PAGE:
I remember the day vividly. I can see the blue-carpeted stairs that are oddly shaped and feel like you could fall down them at any moment, as I walked up them to meet with our coach. Our fearless leader who was the expert, that guided us through rehearsals, gave us loving and direct notes when that ever elusive Harold we were chasing derailed in front of our eyes, under our feet and in front of an audience, but still loved us anyway, had called us to a meeting. Bounding up the stairs excited at the prospect of new information, a change, who knows what, I entered the loft at iO to find her sitting there waiting. Oh, this is a meeting between just her and I. Oh.
The rest of it is part blur and part emblazoned in my memory. “We’re making some changes to the team” and “You’re really the heart and soul of the team . . . but . . . we’re kicking you off of it” are the sentences that live in my head still, to this day. I left, devastated, shocked and so, so mad. I was so mad that I left iO West for almost 10 years. I really almost left comedy forever, because I felt like my improv family had kicked me out, abandoned me and declared me not good enough. I know that this sounds dramatic, but when I first moved to Los Angeles I was only 21 years old. I had recently graduated from college and packed up my Ford Explorer 2 with all of my belongings and I began a life here in La La Land.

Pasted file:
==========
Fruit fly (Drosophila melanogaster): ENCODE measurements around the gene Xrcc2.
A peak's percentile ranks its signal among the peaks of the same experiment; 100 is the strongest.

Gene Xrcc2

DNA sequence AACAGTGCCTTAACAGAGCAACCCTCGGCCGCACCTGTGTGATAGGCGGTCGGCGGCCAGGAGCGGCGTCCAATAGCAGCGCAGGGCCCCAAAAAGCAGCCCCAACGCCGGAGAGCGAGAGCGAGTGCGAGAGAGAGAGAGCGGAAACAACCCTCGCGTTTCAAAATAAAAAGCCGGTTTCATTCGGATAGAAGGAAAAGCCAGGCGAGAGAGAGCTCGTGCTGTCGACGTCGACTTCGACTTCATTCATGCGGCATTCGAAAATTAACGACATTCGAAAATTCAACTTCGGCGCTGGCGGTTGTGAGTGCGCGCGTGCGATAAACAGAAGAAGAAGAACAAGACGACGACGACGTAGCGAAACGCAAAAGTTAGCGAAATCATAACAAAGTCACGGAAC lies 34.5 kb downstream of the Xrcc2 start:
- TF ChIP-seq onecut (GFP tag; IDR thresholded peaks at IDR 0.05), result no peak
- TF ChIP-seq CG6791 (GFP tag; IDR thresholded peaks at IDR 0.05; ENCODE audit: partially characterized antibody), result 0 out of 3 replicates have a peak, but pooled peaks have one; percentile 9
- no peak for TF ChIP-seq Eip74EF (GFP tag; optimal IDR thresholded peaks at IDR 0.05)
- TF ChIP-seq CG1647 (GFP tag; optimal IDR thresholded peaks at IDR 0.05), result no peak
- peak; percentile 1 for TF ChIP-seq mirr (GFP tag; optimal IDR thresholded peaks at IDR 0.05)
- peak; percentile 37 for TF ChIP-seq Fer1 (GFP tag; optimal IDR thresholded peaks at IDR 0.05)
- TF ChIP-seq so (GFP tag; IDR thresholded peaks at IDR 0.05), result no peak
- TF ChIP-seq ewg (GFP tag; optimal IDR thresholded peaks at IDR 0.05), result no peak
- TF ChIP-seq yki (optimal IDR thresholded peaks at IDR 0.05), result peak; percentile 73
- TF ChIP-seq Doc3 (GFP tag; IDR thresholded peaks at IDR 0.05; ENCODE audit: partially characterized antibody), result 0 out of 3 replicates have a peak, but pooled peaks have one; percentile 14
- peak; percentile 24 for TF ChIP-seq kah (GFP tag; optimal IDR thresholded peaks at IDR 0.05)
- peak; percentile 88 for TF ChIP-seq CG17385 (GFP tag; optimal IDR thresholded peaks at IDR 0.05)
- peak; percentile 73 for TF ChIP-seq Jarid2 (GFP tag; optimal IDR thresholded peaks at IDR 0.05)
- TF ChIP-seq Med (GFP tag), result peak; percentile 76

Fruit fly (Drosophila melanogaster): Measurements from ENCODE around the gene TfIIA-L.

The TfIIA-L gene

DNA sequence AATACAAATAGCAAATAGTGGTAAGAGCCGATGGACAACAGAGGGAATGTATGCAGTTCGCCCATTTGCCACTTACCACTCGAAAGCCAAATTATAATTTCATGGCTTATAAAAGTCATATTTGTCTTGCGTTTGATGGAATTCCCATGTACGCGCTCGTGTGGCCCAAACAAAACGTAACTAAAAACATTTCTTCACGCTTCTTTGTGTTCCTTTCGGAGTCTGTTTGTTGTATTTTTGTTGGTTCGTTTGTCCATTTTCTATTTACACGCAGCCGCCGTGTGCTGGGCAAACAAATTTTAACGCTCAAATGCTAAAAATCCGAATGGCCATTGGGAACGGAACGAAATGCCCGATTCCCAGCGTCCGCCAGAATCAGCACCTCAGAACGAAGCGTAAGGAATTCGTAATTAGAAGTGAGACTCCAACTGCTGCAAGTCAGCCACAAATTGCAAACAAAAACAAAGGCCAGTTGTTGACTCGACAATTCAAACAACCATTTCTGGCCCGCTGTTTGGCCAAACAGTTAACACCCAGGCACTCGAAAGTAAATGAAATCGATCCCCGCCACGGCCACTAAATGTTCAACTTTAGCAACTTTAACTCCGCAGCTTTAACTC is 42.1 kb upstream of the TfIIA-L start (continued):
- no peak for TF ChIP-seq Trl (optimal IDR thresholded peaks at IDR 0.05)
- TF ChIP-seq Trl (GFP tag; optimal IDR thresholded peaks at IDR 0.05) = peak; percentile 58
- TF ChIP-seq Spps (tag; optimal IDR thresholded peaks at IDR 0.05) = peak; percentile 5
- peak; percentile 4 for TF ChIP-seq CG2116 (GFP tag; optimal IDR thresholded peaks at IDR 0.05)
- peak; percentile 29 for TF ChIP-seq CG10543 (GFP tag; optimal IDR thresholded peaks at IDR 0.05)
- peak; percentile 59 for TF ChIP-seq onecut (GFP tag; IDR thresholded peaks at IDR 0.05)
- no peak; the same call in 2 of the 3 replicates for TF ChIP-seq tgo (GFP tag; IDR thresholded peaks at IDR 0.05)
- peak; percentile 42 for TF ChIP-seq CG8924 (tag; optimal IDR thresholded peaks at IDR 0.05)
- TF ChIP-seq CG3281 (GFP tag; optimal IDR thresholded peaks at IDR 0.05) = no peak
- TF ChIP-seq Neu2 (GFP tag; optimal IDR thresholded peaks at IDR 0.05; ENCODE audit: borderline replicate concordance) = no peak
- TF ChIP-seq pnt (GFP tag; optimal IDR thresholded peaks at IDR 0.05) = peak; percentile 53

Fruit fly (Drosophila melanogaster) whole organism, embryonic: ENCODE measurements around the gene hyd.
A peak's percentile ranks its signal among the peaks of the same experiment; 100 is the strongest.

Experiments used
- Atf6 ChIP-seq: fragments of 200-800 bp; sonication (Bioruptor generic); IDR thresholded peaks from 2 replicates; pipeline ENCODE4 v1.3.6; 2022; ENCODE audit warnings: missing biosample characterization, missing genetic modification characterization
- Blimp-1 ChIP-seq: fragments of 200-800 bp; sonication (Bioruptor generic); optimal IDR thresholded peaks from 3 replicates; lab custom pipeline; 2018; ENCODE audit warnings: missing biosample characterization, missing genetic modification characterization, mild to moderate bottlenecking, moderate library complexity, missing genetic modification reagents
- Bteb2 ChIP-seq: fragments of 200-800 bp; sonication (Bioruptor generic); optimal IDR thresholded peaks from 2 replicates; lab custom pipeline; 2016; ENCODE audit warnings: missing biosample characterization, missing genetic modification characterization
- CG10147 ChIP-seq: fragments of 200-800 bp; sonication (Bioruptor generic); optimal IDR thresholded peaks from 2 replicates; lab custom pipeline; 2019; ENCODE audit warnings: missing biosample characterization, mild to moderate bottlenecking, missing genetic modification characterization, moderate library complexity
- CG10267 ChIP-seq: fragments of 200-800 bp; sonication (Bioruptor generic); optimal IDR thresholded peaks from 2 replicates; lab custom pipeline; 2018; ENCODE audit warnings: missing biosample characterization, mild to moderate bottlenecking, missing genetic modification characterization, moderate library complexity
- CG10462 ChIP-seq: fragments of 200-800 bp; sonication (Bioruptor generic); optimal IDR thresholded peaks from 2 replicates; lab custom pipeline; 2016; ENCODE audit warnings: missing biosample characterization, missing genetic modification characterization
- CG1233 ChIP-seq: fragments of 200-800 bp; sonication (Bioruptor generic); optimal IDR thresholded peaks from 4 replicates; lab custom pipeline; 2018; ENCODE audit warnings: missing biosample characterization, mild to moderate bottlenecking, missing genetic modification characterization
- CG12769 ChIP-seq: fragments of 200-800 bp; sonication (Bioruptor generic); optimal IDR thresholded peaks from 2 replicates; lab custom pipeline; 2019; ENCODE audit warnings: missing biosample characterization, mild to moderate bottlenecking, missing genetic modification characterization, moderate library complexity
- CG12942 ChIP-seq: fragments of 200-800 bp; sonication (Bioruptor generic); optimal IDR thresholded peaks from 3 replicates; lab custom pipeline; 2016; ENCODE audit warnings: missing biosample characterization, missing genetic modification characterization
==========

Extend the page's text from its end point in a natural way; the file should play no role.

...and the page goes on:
Moving to Los Angeles was a lot harder than I ever thought it was going to be. I remember sleeping on a couch of a potential new roommate who had insisted that his current roommate WAS moving out and that I could live there very soon, he promised, and in the mean time if I wanted to share his bed, he was A-OK with that. I left the next day and moved in with a much less threatening, small Asian girl in Sherman Oaks, who actually had a room open. The first month I spent a lot of time on the phone with my best friends, crying, wondering if I had made a huge mistake. Thankfully, interning at ACME Talent & Literary in 2002 led me to iO West, Improv Olympic West, at that time. My buddy Jason was taking classes there and after hanging out with me at ACME for a bit declared, you should try improv! You’d be really good at it. So, I did. And I was.
My first year at iO was so much fun! I was blessed with a class full of talented improvisers that went through the entire year-long program together. I had amazing teachers like Paul Vallaincourt, Pete Gardner, Jeris Donovan, James Grace, Craig Cackowski and Bob Dassie. I learned how to be my best self in improv. As Paul once said, “To improvise is to become more than human, and yet ultimately utmost human.”
I interned at the theatre, I took classes, I was a part of multiple student groups and I was on a Harold team! I had done it! I auditioned! I made it! I was placed on a team we christened “Assisted Living”. It was full of talented players like Irene White, Mike Coen, David Iserson, and others. We weren’t a perfect team, we had our troubles, growing pains, we evolved into an almost completely new group with Chris Garnant, Amy Procacci, Rob Delaney, Jake, Mike, and others. What I know now is that a team that undergoes a lot of changes in its players most likely won’t survive, and its no ones fault.
I remember going home after hearing that 4 of us had been kicked off the team and that 4 others would remain a team, getting 4 new players and a new name, and just laying on my bed in tears. How can you be the heart and soul of a team and then be asked to leave it? How does that happen?